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With a company name like Big Ass Fans, you’d be forgiven for thinking Ken Walma was CEO of a company that specialized in simply selling large fans. In fact, prior to joining the company just over one year ago, Walma himself had made the same assumption.
But the reality is that, while Big Ass Fans is indeed the pioneer of the high-volume, low-speed fan, its expertise are actually far broader, delivering powerful, energy-efficient airflow solutions to business, designers and homeowners.
“When I first knew of the company, I thought it was just a fan company,” he admits. “As I was fortunate to learn more about the company through the application process, I learned it’s so much more than that, and the impact of our products goes well beyond what is known from the outside.”
“We’re going to continue to deliver what you’d expect from us and do it in the Big Ass Fans way.”
Walma’s appointment followed the 2021 acquisition of Big Ass Fans by Chicago-based investment firm Madison Industries, as it expanded its already substantial portfolio of indoor air quality solutions.
Having spent much of his 22-year career working with companies that were constantly striving to enhance their cultures, he was excited by the prospect of working somewhere that had this side of things down pat.
“Big Ass Fans has this established culture that so many companies aspire to have,” he says, referring to its energy and drive.
That wasn’t the only drawing card. Amid an uncertain economic outlook, Walma was also attracted by the company’s long-term potential and profound sense of purpose.
“I wanted to be at a place that had greater control of its destiny in being able to actualize on a value proposition that was broad and important in improving the lives of human beings,” Walma explains.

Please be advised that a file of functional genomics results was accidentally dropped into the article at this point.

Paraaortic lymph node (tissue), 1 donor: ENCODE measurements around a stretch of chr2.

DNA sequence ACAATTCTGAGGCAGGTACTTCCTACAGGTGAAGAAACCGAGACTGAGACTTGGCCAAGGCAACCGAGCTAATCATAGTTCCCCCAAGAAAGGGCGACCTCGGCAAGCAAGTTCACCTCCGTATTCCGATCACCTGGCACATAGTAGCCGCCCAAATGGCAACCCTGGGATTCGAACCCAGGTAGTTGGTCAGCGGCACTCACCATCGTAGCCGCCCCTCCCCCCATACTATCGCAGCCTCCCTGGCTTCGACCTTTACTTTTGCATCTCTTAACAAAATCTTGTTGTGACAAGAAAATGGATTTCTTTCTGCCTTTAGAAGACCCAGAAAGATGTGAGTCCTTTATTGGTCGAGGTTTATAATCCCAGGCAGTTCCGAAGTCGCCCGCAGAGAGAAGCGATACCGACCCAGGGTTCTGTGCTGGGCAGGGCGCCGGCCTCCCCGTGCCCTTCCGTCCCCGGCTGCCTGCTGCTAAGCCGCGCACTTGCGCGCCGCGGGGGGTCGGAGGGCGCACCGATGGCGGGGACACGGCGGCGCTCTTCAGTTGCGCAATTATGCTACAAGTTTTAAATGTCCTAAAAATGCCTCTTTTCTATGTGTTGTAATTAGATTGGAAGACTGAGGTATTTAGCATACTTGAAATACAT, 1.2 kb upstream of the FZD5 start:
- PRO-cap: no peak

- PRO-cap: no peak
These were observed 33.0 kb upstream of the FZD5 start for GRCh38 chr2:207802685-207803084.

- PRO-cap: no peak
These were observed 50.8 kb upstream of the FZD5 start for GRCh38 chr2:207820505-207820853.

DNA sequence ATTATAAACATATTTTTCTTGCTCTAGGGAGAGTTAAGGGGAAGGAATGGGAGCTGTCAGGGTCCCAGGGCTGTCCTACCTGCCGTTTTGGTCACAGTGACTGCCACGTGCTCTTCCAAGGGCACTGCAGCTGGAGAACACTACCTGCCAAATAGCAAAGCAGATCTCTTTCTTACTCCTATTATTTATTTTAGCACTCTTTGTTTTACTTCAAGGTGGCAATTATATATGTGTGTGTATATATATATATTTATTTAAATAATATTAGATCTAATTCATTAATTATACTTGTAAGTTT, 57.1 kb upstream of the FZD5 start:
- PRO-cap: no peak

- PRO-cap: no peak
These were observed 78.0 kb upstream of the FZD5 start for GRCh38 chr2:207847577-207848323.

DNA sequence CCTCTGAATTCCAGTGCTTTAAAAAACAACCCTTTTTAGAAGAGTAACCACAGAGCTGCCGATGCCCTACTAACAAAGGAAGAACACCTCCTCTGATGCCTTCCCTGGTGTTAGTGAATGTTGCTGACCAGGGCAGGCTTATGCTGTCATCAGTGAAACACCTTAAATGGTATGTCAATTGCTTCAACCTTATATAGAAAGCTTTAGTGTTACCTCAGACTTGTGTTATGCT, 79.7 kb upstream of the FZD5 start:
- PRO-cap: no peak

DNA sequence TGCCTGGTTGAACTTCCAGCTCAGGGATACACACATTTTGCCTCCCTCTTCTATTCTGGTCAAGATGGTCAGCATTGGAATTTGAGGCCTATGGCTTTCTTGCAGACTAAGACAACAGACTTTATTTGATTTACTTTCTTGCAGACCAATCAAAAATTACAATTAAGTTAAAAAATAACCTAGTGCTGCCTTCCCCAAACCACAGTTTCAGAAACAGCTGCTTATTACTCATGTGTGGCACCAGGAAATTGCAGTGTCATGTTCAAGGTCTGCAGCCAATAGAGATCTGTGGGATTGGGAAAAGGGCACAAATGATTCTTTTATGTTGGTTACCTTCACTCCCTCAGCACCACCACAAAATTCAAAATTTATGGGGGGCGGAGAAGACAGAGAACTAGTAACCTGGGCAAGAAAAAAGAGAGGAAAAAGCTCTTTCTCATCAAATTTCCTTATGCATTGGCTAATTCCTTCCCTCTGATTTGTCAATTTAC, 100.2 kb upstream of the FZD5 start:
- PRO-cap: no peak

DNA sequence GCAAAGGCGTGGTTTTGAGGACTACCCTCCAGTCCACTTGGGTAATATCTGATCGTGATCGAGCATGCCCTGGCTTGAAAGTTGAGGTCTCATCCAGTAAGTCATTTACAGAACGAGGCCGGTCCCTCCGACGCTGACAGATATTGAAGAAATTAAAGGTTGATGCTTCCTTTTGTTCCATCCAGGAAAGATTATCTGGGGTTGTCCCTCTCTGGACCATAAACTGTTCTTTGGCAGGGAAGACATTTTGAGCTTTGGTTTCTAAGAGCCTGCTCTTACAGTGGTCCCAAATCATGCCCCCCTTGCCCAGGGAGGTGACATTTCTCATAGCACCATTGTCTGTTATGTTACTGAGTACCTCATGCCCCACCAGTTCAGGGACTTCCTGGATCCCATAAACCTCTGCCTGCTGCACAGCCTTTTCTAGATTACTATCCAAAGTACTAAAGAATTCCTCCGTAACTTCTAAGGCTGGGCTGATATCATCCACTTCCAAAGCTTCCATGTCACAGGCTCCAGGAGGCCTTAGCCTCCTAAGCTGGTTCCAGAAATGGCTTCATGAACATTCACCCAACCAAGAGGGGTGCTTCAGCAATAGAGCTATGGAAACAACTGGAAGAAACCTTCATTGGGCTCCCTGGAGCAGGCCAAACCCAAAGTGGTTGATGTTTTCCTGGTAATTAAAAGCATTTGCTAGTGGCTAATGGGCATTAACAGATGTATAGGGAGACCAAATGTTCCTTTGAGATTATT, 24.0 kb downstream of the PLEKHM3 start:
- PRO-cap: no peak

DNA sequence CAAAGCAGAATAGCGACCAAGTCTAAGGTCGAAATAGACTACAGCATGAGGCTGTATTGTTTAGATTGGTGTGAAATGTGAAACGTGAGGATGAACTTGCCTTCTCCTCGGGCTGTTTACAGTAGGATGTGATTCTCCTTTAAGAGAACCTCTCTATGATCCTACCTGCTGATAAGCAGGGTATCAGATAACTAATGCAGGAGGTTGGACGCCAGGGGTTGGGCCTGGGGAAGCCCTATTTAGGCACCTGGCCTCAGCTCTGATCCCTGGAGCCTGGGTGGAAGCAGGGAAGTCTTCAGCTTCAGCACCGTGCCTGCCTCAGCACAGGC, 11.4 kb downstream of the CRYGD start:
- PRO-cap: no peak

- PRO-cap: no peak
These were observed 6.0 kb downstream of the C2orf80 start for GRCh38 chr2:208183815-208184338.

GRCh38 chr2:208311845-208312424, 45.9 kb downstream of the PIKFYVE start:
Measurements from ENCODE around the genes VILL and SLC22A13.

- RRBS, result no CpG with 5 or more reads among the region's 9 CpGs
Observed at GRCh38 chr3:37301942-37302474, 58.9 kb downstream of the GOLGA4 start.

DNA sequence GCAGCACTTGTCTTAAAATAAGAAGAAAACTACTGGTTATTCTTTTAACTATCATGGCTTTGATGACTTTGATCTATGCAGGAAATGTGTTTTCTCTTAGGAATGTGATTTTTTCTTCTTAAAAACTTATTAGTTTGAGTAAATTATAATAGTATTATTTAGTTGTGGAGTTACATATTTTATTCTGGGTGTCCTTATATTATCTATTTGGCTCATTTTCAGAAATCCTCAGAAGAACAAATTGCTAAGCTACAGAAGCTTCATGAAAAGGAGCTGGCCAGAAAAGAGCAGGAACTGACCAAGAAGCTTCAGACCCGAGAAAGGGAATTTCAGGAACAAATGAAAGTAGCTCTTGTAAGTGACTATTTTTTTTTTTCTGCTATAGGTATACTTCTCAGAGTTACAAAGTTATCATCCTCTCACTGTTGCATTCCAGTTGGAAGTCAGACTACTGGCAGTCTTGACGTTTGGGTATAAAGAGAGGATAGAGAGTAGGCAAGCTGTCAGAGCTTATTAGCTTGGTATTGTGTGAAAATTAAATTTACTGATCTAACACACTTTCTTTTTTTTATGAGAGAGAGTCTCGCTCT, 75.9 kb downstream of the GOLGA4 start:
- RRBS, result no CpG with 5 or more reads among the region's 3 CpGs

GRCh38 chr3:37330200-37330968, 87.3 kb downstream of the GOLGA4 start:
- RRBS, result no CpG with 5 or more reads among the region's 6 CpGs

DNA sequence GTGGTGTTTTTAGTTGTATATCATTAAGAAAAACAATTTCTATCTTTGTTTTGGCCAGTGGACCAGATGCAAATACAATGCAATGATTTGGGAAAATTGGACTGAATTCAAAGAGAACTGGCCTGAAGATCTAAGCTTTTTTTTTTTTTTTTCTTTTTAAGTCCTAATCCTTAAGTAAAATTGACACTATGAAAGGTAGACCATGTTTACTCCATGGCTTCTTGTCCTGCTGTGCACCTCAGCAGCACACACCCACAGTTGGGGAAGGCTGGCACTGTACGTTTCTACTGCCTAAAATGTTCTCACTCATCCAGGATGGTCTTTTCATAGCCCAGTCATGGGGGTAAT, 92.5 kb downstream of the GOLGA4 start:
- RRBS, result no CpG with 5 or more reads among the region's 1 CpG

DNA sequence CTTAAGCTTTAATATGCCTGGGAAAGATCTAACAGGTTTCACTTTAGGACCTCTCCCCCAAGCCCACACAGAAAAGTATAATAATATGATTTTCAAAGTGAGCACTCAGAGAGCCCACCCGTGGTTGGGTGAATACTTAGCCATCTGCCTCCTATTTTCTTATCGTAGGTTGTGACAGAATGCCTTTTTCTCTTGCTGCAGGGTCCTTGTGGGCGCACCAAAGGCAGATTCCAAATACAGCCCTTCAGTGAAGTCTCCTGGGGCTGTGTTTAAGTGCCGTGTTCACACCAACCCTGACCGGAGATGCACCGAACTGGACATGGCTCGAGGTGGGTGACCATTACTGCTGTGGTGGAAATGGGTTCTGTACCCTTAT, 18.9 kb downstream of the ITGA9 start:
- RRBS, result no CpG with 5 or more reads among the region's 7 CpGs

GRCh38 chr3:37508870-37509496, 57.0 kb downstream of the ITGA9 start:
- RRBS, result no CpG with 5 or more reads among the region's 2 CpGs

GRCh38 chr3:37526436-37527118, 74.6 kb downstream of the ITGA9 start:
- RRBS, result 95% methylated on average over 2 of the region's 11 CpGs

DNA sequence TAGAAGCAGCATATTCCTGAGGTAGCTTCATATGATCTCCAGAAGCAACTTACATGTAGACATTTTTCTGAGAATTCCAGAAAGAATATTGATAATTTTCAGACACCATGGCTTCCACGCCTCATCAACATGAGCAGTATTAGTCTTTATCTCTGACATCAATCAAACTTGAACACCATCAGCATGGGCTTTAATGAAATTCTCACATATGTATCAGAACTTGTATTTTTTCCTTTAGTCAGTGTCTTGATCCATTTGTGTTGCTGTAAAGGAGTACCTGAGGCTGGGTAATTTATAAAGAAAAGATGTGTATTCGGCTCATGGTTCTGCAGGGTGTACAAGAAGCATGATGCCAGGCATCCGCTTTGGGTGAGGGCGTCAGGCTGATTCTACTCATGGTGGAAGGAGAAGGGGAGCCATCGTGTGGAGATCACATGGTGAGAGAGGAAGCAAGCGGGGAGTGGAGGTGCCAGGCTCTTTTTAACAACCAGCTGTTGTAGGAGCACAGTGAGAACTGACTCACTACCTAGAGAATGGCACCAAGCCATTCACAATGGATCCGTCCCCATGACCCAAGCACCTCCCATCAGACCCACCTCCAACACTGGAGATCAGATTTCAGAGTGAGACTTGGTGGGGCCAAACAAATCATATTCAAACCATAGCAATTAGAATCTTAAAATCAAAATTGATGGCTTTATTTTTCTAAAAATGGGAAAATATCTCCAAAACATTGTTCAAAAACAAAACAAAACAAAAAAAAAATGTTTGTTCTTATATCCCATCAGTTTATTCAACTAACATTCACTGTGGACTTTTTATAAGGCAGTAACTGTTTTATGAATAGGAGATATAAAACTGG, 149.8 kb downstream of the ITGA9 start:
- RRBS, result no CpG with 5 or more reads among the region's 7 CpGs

“I wanted to be at a place that was really making lives better, with a value proposition that we could continue to build upon and that could weather any economic climate.”
Fortunately, the company mission aligned well with his professional ambitions. “At a high level, what we intend to do is to lead in bringing comfort to complex environments without compromise,” he says.
“I wanted to be at a place that was really making lives better.”
“Comfort is about bringing air temperature control into complex environments where it hasn’t been before, like warehouses and other manufacturing facilities as well as exterior spaces, like ball fields, patios and two-story balconies.
“These are places where we’ve previously assumed we just have to deal with whatever the temperature, hot or cold, because it’s a complicated environment. But Big Ass Fans has the ability to offer comfort within these types of environments.”
In the shorter-term, Walma says he was excited by the challenge of taking the company forward under its new ownership, and with a fresh set of expectations.
“When I looked at that problem statement, which was around growth – expanding into product and market adjacencies and being the best place to work in the markets we served – it was exactly what I wanted to do and I believed that, with my experience, I could help,” he says.
He says the plan for the next three-to-five years is to secure a steady growth trajectory. “Over its almost 25 years, the company has had periods of meteoric growth and periods of stagnation,” he says. “In the last decade, it has not been able to demonstrate continuous growth.”
“We’re going to attack, which is really the next piece of the puzzle in figuring out the markets we’re going to serve.”
That’s why, at a high level, Big Ass Fans is now focused on developing the tools, processes and capabilities required to achieve this.
“Much of our business is around retrofitting our products into existing applications, and there is a tremendously large white-space opportunity for our products and services,” he says. “So in that growth mindset, how do we build the capabilities to do that on a continuous basis?”